Our 300 closest friends from #PaddleGA2019 will recognize one of these, where they all put in for seven days on the Withlacoochee and Suwannee Rivers last summer: Cook County Boat Ramp (GA 76), Folsom Bridge Landing (GA 122), and Troupville Boat Ramp (GA 133).
All are marked green for “Meets water quality standards” due to the zero (0) E. coli result I got at Cook County Boat Ramp Saturday, which is upstream on the Little River from the other two, combined with the zero result Suzy Hall got downstream on the Withlacoochee River at Knights Ferry Boat Ramp, and very low results a few days earlier from Valdosta and from Madison Health, upstream and downstream on the Withlacoochee River.
Tifton, GA, got an inch of rain yesterday, and scattered rain is falling in south Georgia and north Florida today, so we’re watching to see what that does to water quality. If it continues to be mostly a gentle rain, it may dilute anything being washed into the rivers. If it falls heavily, we may see more cow and horse and deer manure washed into the river. Or at least that’s my speculation: we need an actual study to determine the likelihood. Meanwhile, WWALS continues to test water quality and to correlate results with those from several governmental bodies. You can help.
All three “beaches” are on the Withlacoochee and Little River Water Trail.
People ask: why beaches? Do people swim there? Why yes, people do.
But “beaches” is what Swim Guide calls all the locations it shows, because Swim Guide started out being about lake and ocean beaches. Yet it also works for rivers, and Suwannee Riverkeeper of WWALS Watershed Coalition is the most recent organization to use Swim Guide for river landings.
We will keep adding “beaches” as we have more data to enable water quality status for each.
The picture for Troupville Boat Ramp is of #PaddleGA2019 putting in on June 16, 2010, just west of Valdosta, to paddle down by the Little River Confluence with the Withlacoochee River, where we are working on building a Troupville River Camp, and onwards past the outflow of Valdosta’s Withlacoochee Wastewater Treatment Plant.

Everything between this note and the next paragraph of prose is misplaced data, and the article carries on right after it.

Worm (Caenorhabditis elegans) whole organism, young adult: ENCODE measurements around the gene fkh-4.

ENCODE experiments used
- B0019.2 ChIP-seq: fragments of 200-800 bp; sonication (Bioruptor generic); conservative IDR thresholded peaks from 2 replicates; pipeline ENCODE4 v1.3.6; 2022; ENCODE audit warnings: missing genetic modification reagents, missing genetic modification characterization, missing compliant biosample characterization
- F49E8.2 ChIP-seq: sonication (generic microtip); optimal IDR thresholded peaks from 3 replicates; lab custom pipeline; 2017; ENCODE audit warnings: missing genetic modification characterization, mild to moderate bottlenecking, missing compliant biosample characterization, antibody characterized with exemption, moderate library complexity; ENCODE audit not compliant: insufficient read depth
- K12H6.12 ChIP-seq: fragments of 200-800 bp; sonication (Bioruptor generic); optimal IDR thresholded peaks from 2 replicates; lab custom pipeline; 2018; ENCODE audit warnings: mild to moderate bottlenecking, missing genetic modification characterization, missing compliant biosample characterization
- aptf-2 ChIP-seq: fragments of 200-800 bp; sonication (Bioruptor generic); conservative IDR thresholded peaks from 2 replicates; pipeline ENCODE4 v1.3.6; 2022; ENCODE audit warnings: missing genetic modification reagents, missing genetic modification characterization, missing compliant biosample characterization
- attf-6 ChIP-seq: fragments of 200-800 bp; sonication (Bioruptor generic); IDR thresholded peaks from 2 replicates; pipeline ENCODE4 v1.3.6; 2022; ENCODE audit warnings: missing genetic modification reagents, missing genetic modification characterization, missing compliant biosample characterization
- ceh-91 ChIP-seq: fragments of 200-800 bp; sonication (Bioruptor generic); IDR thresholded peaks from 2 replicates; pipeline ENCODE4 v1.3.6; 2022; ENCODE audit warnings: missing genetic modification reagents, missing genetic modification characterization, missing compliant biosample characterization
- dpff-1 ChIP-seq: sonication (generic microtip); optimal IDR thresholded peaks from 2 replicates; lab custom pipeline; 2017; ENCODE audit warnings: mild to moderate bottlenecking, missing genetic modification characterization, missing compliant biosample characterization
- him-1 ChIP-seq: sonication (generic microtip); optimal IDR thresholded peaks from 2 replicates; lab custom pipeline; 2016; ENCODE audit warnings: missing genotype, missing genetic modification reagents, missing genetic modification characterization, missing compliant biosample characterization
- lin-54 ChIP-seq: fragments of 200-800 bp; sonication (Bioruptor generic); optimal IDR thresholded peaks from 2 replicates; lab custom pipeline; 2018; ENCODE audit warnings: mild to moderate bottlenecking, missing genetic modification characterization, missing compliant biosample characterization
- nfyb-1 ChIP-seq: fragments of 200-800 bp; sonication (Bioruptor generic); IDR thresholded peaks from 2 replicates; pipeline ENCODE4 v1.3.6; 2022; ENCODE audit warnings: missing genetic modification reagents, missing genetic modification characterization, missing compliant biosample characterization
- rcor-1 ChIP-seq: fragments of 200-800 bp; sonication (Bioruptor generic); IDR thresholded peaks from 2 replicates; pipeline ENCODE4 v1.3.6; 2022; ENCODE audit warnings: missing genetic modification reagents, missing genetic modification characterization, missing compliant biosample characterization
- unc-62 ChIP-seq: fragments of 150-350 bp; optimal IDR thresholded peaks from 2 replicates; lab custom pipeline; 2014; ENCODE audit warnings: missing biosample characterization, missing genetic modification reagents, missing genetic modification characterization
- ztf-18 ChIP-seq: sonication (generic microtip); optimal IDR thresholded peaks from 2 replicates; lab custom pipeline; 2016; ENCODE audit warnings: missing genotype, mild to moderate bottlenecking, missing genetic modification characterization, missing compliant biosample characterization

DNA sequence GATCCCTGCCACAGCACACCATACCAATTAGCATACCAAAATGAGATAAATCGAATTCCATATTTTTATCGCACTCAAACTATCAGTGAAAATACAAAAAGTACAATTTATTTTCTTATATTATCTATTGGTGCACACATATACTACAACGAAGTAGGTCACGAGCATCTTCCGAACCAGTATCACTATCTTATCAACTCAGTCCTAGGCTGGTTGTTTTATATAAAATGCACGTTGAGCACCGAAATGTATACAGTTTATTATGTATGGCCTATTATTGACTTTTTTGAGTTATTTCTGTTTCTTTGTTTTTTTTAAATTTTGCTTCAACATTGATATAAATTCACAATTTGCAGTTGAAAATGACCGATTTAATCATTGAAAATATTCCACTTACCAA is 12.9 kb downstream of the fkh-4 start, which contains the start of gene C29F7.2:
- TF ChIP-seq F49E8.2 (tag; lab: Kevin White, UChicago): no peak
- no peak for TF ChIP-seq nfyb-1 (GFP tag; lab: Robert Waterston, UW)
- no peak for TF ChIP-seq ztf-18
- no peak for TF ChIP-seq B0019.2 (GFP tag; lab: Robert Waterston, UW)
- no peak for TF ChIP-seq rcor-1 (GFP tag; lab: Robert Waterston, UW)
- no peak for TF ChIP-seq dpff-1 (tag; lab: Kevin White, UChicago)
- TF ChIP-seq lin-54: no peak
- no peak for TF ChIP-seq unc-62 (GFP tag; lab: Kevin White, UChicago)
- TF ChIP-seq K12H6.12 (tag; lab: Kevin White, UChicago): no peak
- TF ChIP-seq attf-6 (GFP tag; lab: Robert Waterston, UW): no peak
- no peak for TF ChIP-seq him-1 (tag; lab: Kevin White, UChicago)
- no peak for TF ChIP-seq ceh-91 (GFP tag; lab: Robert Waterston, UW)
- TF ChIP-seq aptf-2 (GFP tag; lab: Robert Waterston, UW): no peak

Upstream from Troupville Boat Ramp it’s 25 miles to Folsom Bridge Landing on GA 122, west of Hahira. Both are in Lowndes County, Georgia, just across the river from Brooks County.
Saturday we put in at Cook County Boat Ramp on GA 76, in Cook County, GA, with Brooks County on the other side of the Little River. We paddled upstream about a mile to Stone Bridge. Downstream it’s only six river miles to Folsom Bridge Landing. WWALS Outings Committee Chair Bobby McKenzie did that downstream paddle earlier after scouting upstream to Stone Bridge.
After the Saturday paddle, I drew a water sample, which after 24 hours incubating showed zero E. coli, which is as good as it gets. Conn and Trudy Cole also sample at Cook County Boat Ramp.
We already put eight Withlacoochee River “beaches” on Swim Guide. Those are all still green, too. We’ll see with the rain happening now.
In Florida, Madison Health is the only organization currently sampling weekly, and it only goes downstream as far as FL 6, just above Madison Blue Spring. We can probably add one more Withlacoochee River beach downstream derived from Madison Health data and one more upstream from Valdosta data.
The Florida Department of Environmental Protection (FDEP) does sample monthly a few stations on the Suwannee River, so we can maybe use that data for at least historic quality ratings.
We also have a few datapoints for the Alapaha River, from WWALS and from FDEP.
Thanks again to Or Denemark and Gabrielle Parent-Doliner of Swim Guide’s parent organization, Swim Drink Fish, for all their assistance.
Oh, and you can help WWALS test water quality and analyze results from all the various sources by donating to the WWALS water quality testing program.
-jsq, John S. Quarterman, Suwannee RIVERKEEPER®
You can join this fun and work by becoming a WWALS member today!